The majority of the Hispanic population in Northeast Ohio has its roots in Puerto Rico, which has been a U.S. commonwealth for over a century, but retains its Spanish- and African-derived culture. The island's most well-known folk music form is the plena, which often contains topical lyrics and employs hand drums called panderos. Plena has survived in an updated form due to the efforts of Plena Libre, a San Juan-based group that has developed a following not only in Puerto Rico, but in Latino communities in the States, and has even gained some international attention.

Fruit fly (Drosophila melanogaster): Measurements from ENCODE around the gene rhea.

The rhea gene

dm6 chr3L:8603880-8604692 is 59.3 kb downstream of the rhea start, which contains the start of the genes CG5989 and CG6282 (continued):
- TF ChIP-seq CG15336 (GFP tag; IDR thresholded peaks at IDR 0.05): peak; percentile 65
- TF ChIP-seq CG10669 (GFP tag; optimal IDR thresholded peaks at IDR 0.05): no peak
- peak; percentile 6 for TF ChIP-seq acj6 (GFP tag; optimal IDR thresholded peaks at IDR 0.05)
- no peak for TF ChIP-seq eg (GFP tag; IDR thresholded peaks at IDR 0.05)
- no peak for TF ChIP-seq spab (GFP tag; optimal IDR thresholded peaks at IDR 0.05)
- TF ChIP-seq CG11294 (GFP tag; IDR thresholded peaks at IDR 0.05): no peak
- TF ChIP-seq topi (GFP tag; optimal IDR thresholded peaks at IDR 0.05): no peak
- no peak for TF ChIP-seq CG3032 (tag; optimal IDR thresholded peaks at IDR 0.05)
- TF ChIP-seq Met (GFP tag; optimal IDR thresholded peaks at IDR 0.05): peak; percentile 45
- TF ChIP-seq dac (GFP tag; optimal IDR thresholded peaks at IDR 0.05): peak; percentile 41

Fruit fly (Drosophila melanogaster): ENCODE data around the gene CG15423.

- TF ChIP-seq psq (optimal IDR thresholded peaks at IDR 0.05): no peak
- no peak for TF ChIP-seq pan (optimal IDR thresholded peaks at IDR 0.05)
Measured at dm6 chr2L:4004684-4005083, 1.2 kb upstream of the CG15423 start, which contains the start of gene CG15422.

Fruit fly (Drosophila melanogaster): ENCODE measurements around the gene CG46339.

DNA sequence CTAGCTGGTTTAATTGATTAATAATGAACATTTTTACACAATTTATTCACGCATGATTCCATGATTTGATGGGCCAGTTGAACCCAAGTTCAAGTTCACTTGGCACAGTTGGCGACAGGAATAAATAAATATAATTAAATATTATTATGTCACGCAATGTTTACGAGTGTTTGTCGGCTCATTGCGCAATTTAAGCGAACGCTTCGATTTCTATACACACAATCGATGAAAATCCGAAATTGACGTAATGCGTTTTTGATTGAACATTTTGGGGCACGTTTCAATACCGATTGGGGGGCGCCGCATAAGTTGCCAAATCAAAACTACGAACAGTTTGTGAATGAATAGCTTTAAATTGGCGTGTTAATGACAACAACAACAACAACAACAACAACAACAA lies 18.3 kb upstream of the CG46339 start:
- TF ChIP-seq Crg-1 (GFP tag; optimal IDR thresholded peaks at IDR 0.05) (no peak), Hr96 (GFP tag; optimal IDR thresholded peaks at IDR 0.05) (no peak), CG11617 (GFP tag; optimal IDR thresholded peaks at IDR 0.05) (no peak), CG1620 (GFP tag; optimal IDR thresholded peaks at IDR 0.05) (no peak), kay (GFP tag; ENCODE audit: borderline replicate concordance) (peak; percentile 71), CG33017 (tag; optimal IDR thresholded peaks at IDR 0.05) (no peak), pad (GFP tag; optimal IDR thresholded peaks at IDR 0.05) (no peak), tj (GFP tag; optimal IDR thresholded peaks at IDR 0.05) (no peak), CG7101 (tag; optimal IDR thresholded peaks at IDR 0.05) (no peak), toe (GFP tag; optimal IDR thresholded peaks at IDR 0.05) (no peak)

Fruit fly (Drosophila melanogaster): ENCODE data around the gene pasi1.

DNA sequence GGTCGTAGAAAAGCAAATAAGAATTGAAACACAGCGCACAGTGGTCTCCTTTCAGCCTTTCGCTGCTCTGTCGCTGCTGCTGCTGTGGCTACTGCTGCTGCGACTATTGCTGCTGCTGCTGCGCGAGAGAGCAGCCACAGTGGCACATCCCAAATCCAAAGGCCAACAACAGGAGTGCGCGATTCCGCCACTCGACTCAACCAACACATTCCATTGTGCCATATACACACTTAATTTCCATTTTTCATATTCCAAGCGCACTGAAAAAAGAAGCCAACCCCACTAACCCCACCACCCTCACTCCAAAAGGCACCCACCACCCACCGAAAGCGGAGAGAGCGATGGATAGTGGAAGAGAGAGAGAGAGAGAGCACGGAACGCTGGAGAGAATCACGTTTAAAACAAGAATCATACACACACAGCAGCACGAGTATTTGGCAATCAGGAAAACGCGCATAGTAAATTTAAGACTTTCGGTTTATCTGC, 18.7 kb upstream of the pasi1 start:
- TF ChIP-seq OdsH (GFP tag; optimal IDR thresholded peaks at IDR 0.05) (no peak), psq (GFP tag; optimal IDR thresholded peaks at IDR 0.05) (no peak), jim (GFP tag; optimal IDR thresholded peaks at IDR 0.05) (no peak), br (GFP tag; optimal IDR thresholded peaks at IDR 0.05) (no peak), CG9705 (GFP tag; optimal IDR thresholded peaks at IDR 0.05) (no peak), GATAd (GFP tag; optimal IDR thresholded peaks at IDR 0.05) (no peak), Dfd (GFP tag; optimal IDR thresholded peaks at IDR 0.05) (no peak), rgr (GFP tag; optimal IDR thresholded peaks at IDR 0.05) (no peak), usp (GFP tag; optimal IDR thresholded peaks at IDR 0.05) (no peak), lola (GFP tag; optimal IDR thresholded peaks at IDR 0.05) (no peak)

The basic group here contains not only a vocalist and rhythm section, but also a trombone section, and in that respect it is reminiscent of Manny Oquendo's popular Libre band. A number of guest artists also appear, including trumpeter Charlie Sepulveda, pianist Papo Luca, and vocalist Juan "El Canario" Alberto. The arrangements are tight and the performances spirited and clean. Though the plena originated in Puerto Rico, the music of Plena Libre has a strong Cuban influence, which is evident in the vocal harmonies and the exchanges between the lead singer and vocal chorus. If you understand Spanish or read the English translations provided in the booklet here, you'll find that some of the lyrics are amusing too. During "Somos Diferentes" the singer notes that his girlfriend digs romantic ballads, while he digs more jumping music. He remarks, "If she takes away my Plena Libre/There's just no way/And no matter how much I love her/ I'll go back to my rumba and plena." The selections are taken at medium and fast tempos, and are eminently danceable as well as listenable.